What If I Have to Cancel My Event Due to COVID-19?

What If I Have to Cancel My Event Due to COVID-19?

Over the last several weeks—and especially during the previous 48-hours—the COVID-19 coronavirus has disrupted our way of our life. It has caused many businesses and organizations to make the difficult decision whether or not to cancel their events. In some cases, the states are making this decision for them by banning large, non-essential functions in places such as Illinois, California, and New York.

Amid concerns over cancellation fees and other penalties, many business owners are wondering if they can invoke force majeure.  Force majeure is the clause in contracts that stipulates that an event can be canceled without incurring any liability or damages because it is “impossible, illegal or commercially impracticable to hold the event.”

Unless your state’s government has put a ban on the type of event you are planning, most U.S. events are not currently in a situation where force majeure can be invoked. Even if your state or community has declared a state of emergency.  However, there are still things you can do to limit your potential damages:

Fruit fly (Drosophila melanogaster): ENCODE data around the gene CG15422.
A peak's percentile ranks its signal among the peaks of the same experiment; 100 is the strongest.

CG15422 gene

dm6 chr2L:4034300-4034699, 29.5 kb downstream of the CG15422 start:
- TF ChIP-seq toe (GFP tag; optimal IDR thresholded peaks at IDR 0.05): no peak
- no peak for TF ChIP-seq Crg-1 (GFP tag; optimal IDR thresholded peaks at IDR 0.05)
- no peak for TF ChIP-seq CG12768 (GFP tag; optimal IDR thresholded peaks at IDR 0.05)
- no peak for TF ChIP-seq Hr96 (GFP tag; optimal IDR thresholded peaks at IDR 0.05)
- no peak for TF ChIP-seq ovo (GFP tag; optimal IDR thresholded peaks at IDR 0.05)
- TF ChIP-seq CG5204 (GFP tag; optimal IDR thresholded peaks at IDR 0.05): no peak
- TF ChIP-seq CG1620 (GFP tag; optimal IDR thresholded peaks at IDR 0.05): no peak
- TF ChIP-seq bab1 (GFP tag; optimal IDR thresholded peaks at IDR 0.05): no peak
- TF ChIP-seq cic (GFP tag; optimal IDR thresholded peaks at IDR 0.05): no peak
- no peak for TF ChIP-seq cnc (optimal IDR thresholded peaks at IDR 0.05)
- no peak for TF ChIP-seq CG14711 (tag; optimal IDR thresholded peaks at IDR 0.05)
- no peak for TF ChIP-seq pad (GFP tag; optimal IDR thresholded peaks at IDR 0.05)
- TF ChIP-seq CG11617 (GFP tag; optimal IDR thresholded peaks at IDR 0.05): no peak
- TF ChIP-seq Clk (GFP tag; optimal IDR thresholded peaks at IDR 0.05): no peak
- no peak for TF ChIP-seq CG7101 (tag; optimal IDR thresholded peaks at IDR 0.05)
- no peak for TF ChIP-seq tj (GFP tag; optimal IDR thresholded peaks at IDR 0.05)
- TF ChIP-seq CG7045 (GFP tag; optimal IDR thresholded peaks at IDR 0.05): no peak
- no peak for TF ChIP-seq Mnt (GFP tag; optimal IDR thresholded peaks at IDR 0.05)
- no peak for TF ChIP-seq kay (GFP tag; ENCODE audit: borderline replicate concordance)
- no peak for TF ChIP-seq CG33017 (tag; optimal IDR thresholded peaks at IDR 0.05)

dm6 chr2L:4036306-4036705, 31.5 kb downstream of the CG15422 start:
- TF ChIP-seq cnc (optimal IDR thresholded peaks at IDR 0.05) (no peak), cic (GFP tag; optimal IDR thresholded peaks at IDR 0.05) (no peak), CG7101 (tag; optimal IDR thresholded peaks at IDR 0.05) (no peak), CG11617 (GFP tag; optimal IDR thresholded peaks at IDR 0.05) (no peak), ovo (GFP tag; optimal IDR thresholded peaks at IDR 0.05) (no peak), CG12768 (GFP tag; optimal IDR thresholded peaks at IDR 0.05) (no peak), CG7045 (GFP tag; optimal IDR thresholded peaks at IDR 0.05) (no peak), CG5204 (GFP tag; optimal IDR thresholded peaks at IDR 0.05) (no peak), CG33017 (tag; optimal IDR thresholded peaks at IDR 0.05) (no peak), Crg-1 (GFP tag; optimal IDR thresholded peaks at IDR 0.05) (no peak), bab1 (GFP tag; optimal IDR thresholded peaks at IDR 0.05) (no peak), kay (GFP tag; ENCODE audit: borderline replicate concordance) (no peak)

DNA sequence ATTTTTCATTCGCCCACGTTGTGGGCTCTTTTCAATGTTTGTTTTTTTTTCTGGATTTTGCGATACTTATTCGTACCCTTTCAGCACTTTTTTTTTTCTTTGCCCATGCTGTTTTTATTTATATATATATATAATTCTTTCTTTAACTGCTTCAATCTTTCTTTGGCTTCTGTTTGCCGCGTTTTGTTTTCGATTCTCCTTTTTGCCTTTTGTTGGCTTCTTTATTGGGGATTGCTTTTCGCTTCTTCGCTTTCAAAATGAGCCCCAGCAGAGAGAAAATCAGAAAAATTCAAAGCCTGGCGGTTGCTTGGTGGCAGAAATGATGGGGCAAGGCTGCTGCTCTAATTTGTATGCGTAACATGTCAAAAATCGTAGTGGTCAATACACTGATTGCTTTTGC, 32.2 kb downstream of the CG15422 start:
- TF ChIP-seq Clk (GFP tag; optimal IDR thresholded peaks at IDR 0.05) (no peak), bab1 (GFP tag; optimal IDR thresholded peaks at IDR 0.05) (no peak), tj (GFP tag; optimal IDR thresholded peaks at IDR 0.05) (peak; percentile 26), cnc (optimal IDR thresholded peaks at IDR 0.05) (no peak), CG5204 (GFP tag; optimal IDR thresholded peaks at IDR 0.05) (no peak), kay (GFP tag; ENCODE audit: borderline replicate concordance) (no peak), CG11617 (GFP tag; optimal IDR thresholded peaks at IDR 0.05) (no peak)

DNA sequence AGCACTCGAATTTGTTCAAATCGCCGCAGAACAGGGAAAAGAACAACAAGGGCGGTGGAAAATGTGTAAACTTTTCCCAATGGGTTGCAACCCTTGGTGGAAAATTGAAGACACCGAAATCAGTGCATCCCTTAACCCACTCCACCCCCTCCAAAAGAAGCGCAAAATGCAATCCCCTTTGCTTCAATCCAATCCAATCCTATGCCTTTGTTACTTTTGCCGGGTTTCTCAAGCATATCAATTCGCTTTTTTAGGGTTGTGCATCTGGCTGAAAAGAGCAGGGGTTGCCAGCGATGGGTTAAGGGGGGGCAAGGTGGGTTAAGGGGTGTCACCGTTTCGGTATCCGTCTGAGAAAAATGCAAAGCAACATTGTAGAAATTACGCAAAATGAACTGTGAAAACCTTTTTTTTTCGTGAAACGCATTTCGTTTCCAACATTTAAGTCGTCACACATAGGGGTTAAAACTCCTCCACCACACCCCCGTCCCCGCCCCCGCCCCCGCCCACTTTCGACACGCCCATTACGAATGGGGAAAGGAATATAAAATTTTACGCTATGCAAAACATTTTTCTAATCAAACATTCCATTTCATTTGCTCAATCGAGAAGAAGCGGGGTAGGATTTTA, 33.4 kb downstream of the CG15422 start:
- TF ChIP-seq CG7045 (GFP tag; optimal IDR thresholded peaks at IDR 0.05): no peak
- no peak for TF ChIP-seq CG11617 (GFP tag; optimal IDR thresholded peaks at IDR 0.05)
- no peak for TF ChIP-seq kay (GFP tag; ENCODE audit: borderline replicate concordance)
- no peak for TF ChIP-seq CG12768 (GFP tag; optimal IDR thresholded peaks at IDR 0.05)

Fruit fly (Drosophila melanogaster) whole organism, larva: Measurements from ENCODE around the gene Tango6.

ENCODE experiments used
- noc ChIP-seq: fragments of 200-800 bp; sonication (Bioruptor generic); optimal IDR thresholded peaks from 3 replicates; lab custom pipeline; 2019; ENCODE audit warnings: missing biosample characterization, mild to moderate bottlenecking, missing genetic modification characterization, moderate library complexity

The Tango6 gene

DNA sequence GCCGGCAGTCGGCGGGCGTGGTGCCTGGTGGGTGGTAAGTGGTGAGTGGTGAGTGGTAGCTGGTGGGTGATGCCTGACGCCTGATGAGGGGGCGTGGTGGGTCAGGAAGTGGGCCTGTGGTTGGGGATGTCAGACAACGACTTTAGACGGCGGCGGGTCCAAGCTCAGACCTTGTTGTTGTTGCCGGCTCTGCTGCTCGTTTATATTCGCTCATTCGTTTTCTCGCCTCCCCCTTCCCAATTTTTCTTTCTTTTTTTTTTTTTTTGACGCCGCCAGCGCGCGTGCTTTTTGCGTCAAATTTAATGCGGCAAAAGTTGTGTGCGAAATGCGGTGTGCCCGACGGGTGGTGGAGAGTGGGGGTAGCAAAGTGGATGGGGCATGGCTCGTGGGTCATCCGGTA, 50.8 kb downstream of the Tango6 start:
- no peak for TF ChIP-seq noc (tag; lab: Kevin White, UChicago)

Read your contracts: Check whether or not your terms and conditions include a force majeure clause or other terms that give you a general right to cancel or reschedule an event. Remember that the burden of proof is on you—you will need to prove that COVID-19 falls within the list of unforeseen items listed in your force majeure clause and that it has impacted performance.

Look at your insurance: If infectious or communicable diseases are not listed as exclusions, your insurance should cover cancellation. In some cases, your insurance may cover a reduction in revenue earned due to lower attendance.  If you do decide to cancel, make sure you provide written notice of a possible claim as soon as possible.

Talk to your vendors: In most cases, they will want to work with you—whether that is giving you more flexible meal options for lower attendance or helping you postpone the event to another date, so you don’t lose your deposit.  Vendors will want to work with you to minimize any impact associated with public health concerns.

Communicate with stakeholders: From attendees to speakers to exhibitors, you need to create a statement regarding the event—whether it will go on or not—that can be sent out to everyone. Also, make sure your communication is clear and concise as you move through the details, especially regarding any refunds or sponsorship fees.  You don’t want anyone to be confused regarding your plans.

Still not sure how to proceed legally?  Give us a call, and we can answer any questions you may have.

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